pl. n. [usu. treated as sing.]
the branch of linguistics and logic concerned with meaning. There are a number of branches and subbranches of semantics, including
formal semantics, which studies the logical aspects of meaning, such as sense, reference, implication, and logical form,
lexical semantics, which studies word meanings and word relations, and
conceptual semantics, which studies the cognitive structure of meaning.
the meaning of a word, phrase, sentence, or text:
such quibbling over semantics may seem petty stuff.
/ ˌsēmanˈtishən/ n.
That branch of the study of symbols
which deals primarily with the development of the meaning of words. Sometimes viewed as a branch of linguistics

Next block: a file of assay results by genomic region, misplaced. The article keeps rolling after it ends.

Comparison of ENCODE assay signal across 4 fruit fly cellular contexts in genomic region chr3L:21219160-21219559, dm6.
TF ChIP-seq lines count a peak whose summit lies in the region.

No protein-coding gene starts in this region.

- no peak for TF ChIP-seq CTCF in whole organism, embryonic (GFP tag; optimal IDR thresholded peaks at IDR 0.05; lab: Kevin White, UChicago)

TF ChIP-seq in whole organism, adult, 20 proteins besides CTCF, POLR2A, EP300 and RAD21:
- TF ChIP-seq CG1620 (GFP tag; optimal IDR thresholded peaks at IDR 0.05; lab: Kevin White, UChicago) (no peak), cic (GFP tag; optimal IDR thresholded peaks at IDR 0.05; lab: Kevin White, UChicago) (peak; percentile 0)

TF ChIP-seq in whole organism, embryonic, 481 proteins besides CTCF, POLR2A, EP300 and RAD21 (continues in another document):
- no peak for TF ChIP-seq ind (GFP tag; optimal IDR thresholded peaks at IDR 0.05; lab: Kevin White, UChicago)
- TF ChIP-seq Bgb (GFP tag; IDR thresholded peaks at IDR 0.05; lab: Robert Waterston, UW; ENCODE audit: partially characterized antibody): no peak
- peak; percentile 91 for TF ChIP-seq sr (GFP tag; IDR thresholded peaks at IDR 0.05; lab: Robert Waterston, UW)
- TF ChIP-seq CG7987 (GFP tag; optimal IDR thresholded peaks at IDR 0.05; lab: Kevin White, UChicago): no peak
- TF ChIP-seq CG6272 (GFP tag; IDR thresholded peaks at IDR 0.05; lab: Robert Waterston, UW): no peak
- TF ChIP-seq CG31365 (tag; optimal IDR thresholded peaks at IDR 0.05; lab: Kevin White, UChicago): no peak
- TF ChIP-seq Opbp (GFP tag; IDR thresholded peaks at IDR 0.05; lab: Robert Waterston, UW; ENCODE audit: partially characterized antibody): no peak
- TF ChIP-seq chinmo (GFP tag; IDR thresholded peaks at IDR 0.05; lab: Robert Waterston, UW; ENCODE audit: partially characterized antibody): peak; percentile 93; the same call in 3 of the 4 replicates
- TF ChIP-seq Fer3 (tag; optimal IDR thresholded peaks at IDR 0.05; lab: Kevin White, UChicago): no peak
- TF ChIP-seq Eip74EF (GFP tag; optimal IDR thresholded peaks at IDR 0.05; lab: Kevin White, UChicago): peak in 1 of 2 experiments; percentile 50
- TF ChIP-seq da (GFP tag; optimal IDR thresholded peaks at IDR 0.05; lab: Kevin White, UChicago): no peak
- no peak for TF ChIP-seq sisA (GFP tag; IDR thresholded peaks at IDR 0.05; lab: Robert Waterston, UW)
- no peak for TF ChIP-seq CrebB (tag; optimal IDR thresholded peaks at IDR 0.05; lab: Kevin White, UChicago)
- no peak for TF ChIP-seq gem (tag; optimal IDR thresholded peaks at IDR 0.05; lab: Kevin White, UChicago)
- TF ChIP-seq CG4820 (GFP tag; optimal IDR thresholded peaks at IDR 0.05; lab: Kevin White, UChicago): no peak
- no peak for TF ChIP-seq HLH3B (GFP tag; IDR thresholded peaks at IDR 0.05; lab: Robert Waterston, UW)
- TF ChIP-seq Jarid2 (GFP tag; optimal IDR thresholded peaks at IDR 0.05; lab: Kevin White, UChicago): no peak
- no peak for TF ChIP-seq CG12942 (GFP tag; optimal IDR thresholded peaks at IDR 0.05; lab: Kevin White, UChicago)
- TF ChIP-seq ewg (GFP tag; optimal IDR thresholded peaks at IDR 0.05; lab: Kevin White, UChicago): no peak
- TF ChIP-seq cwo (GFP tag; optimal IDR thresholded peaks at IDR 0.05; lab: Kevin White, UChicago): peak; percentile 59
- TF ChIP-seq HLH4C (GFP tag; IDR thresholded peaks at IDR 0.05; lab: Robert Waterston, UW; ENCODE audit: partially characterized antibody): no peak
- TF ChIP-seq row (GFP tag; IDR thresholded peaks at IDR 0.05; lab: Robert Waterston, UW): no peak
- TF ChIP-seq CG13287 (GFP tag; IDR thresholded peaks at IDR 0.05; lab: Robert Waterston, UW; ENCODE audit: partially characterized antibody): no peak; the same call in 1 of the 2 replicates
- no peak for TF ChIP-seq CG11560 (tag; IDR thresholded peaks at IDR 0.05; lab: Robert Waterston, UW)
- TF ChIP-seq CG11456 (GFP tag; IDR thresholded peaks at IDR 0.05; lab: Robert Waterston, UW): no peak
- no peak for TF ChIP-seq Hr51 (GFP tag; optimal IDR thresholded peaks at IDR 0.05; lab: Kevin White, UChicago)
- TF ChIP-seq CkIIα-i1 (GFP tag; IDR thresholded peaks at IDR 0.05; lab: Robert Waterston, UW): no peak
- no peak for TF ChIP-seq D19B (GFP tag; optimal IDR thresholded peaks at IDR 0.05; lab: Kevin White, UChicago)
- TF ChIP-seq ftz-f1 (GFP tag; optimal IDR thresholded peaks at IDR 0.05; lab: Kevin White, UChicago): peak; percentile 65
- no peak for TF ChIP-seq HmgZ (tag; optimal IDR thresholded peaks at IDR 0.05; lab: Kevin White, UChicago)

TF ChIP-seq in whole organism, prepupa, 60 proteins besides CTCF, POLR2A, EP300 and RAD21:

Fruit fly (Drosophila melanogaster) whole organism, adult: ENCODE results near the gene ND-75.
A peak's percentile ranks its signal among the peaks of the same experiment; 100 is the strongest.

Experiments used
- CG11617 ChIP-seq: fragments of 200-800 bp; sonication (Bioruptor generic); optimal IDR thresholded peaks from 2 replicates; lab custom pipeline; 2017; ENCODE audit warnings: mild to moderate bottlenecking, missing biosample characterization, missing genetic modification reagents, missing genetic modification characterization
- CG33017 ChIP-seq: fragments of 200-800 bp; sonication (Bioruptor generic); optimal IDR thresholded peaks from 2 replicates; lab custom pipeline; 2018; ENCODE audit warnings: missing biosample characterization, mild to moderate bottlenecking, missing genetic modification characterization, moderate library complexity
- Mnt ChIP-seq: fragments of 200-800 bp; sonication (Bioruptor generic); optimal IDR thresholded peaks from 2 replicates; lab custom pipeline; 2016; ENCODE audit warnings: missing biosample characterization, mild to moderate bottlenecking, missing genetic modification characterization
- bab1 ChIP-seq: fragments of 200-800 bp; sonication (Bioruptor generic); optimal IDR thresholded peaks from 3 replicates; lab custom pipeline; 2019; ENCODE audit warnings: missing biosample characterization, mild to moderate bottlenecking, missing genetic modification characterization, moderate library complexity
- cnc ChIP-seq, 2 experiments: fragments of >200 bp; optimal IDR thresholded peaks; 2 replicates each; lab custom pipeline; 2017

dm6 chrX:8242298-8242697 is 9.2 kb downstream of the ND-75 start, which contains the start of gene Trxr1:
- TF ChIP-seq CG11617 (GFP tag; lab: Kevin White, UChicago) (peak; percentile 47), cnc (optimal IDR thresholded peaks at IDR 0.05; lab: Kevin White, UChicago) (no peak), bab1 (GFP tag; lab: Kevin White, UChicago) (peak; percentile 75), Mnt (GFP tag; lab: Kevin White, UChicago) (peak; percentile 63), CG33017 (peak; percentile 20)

, sometimes as a sister discipline, semantics attempts to study the attribution of meaning to words, and how these are combined to produce complex meaningful utterances; the nature of meaning
itself; and the difficulties people experience when meaning is confused or distorted. Semantics is a background influence in areas such as, for example, ethnomethodology
. See also MEAD
, G. H.; PIAGET
That part of the definition of a language concerned with specifying the meaning or effect of a text that is constructed according to the syntax
rules of the language. See also denotational semantics
, operational semantics
, axiomatic semantics
Branch of linguistics
concerned with the study of meaning. In historical linguistics, it generally refers to the analysis of how the meanings of words change over time. In modern linguistics and philosophy, semantics seeks to assess the contribution of word-meaning to the meanings of phrases and sentences, and to comprehend the relationship among and between words and the things they refer to, or stand for.